A limited supply of Coca-Cola infiltrated the Soviet Union on the eve of the 1930s. But, even decades later, it wasn’t easy to get your hands on the famous beverage, as it was not sold in shops. And often, it came down to how “connected” a buyer was.
Soviet war-hero and Marshal, Georgy Zhukov, used his unique position to ask General Dwight D. Eisenhower to supply him a special brew of coke. Not to imperil his ideological allegiances by being seen drinking the capitalist beverage, General Zhukov demanded his supply of coca-cola be white and come in unmarked bottles decorated with a red star on the crown cap, the symbol of the Red Army.
With time, Coca-Cola lost the Soviet market to its primary competitor, Pepsi.
Soviets learned about jeans during the iconic World Festival of Youth and Students in Moscow in 1957.
Importing jeans into the USSR remained an unthinkable and criminal enterprise. But jeans were very desirable, nonetheless. Since the supply was extremely scarce, Soviet dandies were willing to hand over anything for a pair of Levi’s they would usually buy from fartsovschiks, shady Soviet ‘entrepreneurs’, who would obtain foreign-made goods from visiting tourists and businessmen.
German sports brand Adidas took the Soviet Union by storm thanks to the company’s masterful PR strategy: Soviet Olympic champions at the 1980 Games in Moscow came up to the victory podiums wearing Adidas’ hallmark stripes (though the company’s logo was removed by the order of the Soviet government).
The trick didn’t work out too well for the government and the popularity of Adidas soared in the Soviet Union immediately after the 1980 Moscow Summer Olympics.
The combination of a branded tracksuit, sneakers, and a cap was killer for any Soviet fashionista. Adidas became a symbol of prosperity and fashion in the USSR and later transformed into a hallmark of Russian criminal culture.
Once chewing gum had found its way into the USSR, it instantly became a new currency among the Soviet youth. It could easily be traded for other, more practical things and goods, and was often reused by many people. Throwing it away was a taboo in the minds of most of the teenagers at the time.
In March 1975, chewing gum sadly became an indirect cause of a tragedy that killed 21 people in Moscow.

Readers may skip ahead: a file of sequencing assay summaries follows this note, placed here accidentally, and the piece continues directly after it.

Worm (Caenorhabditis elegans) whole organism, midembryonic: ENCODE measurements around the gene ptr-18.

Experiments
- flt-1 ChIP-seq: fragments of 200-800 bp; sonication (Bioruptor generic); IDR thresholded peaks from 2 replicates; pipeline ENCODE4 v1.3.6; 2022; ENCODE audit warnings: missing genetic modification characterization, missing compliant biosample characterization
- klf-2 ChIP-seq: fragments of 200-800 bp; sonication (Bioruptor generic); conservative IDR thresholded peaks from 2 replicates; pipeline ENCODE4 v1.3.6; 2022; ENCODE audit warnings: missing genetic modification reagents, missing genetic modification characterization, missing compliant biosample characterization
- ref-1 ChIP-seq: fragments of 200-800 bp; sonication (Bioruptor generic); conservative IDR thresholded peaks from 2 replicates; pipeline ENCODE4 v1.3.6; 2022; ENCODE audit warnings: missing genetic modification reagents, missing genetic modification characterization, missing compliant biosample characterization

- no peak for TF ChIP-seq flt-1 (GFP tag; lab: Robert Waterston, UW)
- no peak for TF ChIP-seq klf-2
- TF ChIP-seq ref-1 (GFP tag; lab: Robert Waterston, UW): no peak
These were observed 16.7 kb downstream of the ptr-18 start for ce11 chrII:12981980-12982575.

Digital watches were a revolutionary innovation that flooded the Soviet Union in the 1980s. Casio and Seiko were leading producers, but there were also many other models. Watches with an inbuilt calculator or speaker were among the most popular models.
The VHS video format spread in the Soviet Union in the 1980s and it was an instant hit. Soviet citizens craved for capitalism-induced films featuring stars like Bruce Lee and Arnold Schwarzenegger. Erotica also followed and was soon criminalized under the Soviet law. Entrepreneurial daredevils quickly established movie theatres in their homes and charged fellow Soviet citizens 50 kopeks or 1 ruble ($1-$1,5) for the privilege of watching a film crammed into tiny apartments.
These iconic motorcycles were made in Czechoslovakia and exported to the Soviet Union in large quantities. They were the dream of every Soviet teenager growing up in the 80s, as they were from abroad, but still more accessible, thanks to Czechoslovakia’s socialist comradery.
Fashion magazine Burda began to mesmerize Soviet women in 1987. This is when the first issue of the iconic German fashion magazine appeared in the USSR. Since it was the first European magazine approved for the Soviet audience by government censors, it made a huge splash and influenced millions of Soviet women.
Cosmetics were already being widely produced abroad, but were in short supply in the Soviet Union. But in the 1970s, mascara, eyeshadow and lipstick became increasingly widely used in the USSR, thanks to newly established local production. But the ‘foreign’ quality beat domestically produced goods, nonetheless, and France’s L’Oreal was the most desirable brand at the time. The Polish-made Pollena brand was also a hit.
Providing its citizens cigarettes was not a problem for the Soviet government. However, there was a tobacco shortage that struck the USSR in the 1980s. This inflated the value of foreign-made cigarettes. Brands like Marlboro and Kent were in short supply and would often be brought from abroad with foreign tourists or business travelers. Consequently, smokers sought to buy cigarettes illegally in hotels and railways.
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